Google Maps gave me a map of the area as well as a high quality aerial photograph. Sure enough, in the photo I could see the woods, stream and railroad tracks. I could even see the roof of a building -- was it the barn/house? How could I find out? With a little help from the online callbook QRZ.com I was able to locate Mike Kuhn, KA0ZDE, who only lives about two blocks from my grandfather's old home. I didn't have an e-mail address for Mike so I wrote him a letter and asked for his help. Mike drove over to the address and took a couple of pictures for me. The pictures show an old house that has obviously been added onto several times, but it doesn't look very much like a barn, so the original 1940 structure probably no longer exists. Everything else that Mike described to me about the area -- the slope of the land, the direction of the stream, etc -- perfectly fits my mother's description.
A Bittersweet Ending
Very recently a chance QSO with Mike Stewart, K0MDS, provided a bittersweet ending to my grandfather's ham activities. Mike lives in Leavenworth, so I mentioned to him that my grandfather had lived there as well. Mike is not an old-timer and had not known my grandfather. But unbeknownst to me he had a conversation later that day with a local friend of his, Gary Auchard, WB0MNA, and mentioned our QSO to him. Gary had known my grandfather very well and on his own initiative sent me an e-mail with a scan of a W0MA QSL card and some information about his activities with the Pilot Knob ARC. I was thrilled to receive these items and subsequently enjoyed several e-mail exchanges with Gary. In one of those e-mails Gary made two comments that emotionally impacted me. He said: "I remember Emory talking about you back in those days. He was pretty proud that you had followed him into his hobby." With the typical Midwestern reservation of his generation, my grandfather had never told me this!
The second thing that Gary said was, "I remember when he was closing out his station and getting ready to move to the retirement home in Winchester. It was a sad thing to watch, but he seemed to be okay with ending his hobby and just took it as another step in life." This little statement speaks volumes and was very touching to me.
My heartfelt thanks go out to all of the people who have assisted me in this quest. I won't even try to list them all here. I have certainly learned that the ham radio fraternity is filled with many fine people who, like my grandfather, are interested in community service and who are very willing to lend a helping hand when needed.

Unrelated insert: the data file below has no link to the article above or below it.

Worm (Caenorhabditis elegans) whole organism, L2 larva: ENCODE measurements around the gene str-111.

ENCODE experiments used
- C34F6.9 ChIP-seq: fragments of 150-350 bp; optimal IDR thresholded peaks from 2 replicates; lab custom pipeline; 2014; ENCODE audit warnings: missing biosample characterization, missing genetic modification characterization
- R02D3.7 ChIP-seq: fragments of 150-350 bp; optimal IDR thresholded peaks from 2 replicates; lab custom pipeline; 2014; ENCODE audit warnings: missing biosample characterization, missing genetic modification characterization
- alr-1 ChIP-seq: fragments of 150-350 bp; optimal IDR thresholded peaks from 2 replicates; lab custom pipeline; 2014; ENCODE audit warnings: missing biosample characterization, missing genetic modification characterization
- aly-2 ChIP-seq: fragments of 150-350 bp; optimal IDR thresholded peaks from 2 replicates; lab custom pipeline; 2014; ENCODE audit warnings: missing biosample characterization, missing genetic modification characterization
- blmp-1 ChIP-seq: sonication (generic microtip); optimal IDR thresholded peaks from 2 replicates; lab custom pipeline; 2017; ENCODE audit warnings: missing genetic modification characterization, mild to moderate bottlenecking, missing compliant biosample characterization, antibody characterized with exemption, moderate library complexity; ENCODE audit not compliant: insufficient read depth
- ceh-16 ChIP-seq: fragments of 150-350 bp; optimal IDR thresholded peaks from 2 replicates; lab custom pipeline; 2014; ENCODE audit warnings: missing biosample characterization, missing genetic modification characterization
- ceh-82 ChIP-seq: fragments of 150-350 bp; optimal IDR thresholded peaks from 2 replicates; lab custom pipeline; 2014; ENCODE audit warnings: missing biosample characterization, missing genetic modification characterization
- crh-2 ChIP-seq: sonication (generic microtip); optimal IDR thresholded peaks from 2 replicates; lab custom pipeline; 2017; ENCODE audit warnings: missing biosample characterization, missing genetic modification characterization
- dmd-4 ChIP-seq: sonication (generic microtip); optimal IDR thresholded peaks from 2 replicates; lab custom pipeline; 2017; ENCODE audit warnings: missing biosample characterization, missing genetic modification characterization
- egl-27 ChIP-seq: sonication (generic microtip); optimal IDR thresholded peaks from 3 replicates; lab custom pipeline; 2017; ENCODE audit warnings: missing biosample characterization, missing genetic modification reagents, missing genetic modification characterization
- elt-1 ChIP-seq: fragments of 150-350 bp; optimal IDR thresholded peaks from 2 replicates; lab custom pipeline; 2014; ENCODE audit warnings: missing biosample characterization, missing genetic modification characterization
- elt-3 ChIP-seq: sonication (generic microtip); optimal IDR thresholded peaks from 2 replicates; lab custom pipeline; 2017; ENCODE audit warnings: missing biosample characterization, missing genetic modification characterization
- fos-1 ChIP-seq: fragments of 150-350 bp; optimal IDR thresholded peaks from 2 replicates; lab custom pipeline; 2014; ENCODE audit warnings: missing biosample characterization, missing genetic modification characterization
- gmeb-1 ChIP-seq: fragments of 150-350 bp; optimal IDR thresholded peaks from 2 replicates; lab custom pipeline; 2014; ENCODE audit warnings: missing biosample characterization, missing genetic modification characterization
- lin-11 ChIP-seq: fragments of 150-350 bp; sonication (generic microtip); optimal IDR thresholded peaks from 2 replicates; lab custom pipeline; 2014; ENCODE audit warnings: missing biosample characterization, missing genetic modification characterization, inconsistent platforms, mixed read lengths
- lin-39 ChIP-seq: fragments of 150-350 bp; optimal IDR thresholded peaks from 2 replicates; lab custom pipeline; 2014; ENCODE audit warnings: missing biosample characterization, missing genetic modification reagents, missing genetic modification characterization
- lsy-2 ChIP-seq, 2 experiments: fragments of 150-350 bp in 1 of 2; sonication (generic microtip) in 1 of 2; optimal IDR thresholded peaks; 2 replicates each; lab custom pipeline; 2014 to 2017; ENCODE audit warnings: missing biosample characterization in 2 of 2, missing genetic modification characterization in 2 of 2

Several thoughts have come to mind during the writing of this account. First is the thought that we need to "carpe diem." I did not develop an interest in my "radio roots" until it was too late to talk to my grandfather about it. Sadly some of the people who have shared information with me are now themselves silent keys and opportunities continue to slip by. For example, Bob French, W9TPF, was the person on the other end of that 1940 QSO. He died many years ago, but a Google search of his call sign resulted in an interview that was published in a ham club's online newsletter with Tony Shirer, W0RZF. Tony said that W9TPF had been his Elmer so I thought that I would send him a copy of the QSL card. Unfortunately I learned that Tony himself had passed away only about a month earlier.
The second thought is perhaps a little more unpleasant to think about. All of us need to think about who we want to deal with our log books and gear when we are gone. Who would treasure having them? Where should all of those shoeboxes filled with QSL cards end up? There are several online collections that might be interested in a donation.
A few years ago Danny Gregory, a non-ham at the time, came across a collection of old QSL cards at a flea market. He purchased the collection for a few dollars and took them home. He eventually became so fascinated with these cards that he and coauthor Paul Sahre wrote a book about them called Hello World, A Life In Ham Radio, Princeton, 2003 (This book was reviewed in the May, 2003 QST, p47.). It's a great book that uses pictures of the QSL cards to tell the story of one ham's activities from 1928 through 1995. I highly recommend it. What story would your QSL cards tell?
Paul Huff, N8XMS, was first licensed as a Novice in 1970 with the call WN0BJC, but was on the air for only a few months. Two major family moves in the space of about a year resulted in a lapsed ticket. College, marriage, kids and career kept him away from the hobby for the next 20-plus years. He finally relicensed as a Technician Plus in 1993 and over the next few years upgraded to General, Advanced and Extra. Paul operates a little PSK31, but is predominately a HF CW operator and spends most of his time running QRP. He enjoys building kits and homebrew equipment as much as operating. He has a wonderful wife, Susan, and they are the proud parents of two adult children -- Mike and Jenny. Vocationally, Paul is a high school math teacher. In addition to ham radio he enjoys traveling, reading, cryptography and day hiking. He also has modest collections of slide rules and pocket knives.
Paul R. Huff, N8XMS